Transforming Lives in Malawi with WaterAid

24 September 2020
WaterAid partnership Malawi Report

All images courtesy: WaterAid/Dennis Lupenga & Liz Parham

WaterAid partnership Malawi Report

Access to water is vital for communities

“The hospital was not prioritised and we had to queue for water. At times we had to beg by explaining the urgency of the water, especially for our maternity ward.”

Francis Kautale
Medic in Charge, Nyambi Healthcare Facility
Scottish Water has helped WaterAid to ‘Deliver Life’ to more than 141,000 of the poorest children, young girls, and mothers in Malawi.

We have worked with WaterAid for the past two years on a project to help communities in the Southern Region of Malawi get clean water supplies, decent toilets, and good hygiene.

This year, these communities have faced the additional challenges of an unprecedented global pandemic.

So far, Malawi: Deliver Life has provided piped water supply systems to the Kawinga and Nyambi Health Care Facilities (HCFs) – serving more than 66,000 people. Healthcare workers have also been trained in infection prevention and control, to help implement improvement plans at their facilities.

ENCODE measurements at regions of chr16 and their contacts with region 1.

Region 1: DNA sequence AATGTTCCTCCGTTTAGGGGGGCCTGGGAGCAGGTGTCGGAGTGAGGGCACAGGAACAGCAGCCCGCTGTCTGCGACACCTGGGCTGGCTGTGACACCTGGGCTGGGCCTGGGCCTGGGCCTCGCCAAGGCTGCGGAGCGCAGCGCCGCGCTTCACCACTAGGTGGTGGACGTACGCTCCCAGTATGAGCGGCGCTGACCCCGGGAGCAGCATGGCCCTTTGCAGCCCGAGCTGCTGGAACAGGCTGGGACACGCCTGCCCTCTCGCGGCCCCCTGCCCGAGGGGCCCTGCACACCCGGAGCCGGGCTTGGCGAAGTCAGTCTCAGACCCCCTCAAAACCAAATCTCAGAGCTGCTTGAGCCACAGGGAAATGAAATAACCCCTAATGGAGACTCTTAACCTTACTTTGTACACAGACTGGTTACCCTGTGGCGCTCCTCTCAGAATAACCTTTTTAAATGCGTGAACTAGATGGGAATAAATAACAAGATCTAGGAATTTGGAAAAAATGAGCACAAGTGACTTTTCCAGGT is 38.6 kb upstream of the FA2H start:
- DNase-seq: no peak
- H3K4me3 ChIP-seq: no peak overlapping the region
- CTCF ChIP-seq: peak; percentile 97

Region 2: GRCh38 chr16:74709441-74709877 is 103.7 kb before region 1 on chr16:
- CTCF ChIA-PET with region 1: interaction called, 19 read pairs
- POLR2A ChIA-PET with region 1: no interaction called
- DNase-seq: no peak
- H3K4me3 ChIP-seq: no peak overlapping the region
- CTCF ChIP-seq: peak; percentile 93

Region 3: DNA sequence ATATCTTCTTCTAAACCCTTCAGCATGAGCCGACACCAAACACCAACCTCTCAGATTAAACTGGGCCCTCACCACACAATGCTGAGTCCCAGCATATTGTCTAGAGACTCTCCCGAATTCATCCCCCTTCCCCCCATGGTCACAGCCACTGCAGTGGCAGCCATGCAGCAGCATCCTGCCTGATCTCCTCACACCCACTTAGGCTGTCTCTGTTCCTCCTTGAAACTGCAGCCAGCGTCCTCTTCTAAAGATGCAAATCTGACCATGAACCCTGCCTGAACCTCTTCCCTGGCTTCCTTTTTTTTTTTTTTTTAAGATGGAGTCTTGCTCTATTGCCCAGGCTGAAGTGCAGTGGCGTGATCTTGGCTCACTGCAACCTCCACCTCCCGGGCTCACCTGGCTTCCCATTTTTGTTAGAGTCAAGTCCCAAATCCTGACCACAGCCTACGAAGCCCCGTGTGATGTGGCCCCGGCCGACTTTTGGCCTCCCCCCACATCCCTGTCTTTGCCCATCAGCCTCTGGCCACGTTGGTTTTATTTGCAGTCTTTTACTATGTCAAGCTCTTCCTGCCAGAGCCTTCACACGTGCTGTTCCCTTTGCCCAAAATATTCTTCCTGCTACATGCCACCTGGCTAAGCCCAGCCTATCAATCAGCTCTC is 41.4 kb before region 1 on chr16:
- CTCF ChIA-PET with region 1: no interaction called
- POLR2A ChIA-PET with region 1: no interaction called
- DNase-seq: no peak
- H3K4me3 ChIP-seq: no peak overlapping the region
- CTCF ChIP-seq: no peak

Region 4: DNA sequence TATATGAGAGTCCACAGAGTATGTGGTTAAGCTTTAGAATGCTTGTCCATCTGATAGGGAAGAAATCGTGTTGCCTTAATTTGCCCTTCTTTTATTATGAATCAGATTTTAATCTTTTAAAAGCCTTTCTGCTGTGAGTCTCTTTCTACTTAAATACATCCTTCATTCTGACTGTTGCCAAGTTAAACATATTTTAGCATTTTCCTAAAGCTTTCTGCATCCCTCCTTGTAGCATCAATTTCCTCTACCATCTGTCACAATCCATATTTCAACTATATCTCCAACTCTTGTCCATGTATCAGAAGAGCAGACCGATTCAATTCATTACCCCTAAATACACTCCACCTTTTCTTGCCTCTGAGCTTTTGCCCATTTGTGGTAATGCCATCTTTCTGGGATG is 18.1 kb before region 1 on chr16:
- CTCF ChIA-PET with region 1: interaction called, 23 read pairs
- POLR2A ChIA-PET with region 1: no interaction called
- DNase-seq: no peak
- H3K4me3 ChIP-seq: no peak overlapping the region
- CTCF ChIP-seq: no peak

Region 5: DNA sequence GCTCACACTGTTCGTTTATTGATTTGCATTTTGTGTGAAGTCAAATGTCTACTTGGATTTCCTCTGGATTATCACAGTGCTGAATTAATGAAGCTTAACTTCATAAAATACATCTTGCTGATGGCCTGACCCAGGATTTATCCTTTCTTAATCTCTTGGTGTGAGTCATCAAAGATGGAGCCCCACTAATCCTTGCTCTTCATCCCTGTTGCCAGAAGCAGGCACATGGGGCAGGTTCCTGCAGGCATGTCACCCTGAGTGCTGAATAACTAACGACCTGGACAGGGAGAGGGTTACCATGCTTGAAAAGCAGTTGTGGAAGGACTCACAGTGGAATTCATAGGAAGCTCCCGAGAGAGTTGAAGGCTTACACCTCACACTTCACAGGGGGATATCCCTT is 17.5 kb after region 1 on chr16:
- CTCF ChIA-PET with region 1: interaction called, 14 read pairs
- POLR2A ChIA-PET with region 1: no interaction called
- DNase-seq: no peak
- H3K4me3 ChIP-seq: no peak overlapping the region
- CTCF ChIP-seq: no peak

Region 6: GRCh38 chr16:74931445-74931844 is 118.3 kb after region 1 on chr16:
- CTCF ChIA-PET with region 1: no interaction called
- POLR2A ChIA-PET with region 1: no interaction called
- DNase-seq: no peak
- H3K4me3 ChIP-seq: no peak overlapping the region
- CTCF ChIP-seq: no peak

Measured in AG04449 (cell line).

At Nyambi HCF, WaterAid and their local partners rehabilitated the water tower and provided a new 10,000 litre water tank after their two old tanks were damaged and collapsed.

Francis Kautale, the medic in charge at the centre, described conditions before running water: “We relied heavily on using a community borehole located near the hospital. 

“However, the hospital was not prioritised and we had to queue for water. At times we had to beg by explaining the urgency of the water, especially for our maternity ward.”

More than 800 toilets and over 1,700 handwashing facilities have now been constructed across the region, giving access to improved amenities for almost 5,000 people. And local waterpoint committees have been trained on troubleshooting and maintenance skills.

Promotional hygiene campaigns mean around 5,500 women and adolescent girls now know about water, sanitation and hygiene, maternal neonatal, and child health rights.
WaterAid Partnership Malawi Report